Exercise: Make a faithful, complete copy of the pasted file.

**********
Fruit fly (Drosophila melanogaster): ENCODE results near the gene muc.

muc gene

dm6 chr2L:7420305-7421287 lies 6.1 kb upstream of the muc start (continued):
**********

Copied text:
Fruit fly (Drosophila melanogaster): ENCODE results near the gene muc.

muc gene

dm6 chr2L:7420305-7421287 lies 6.1 kb upstream of the muc start (continued):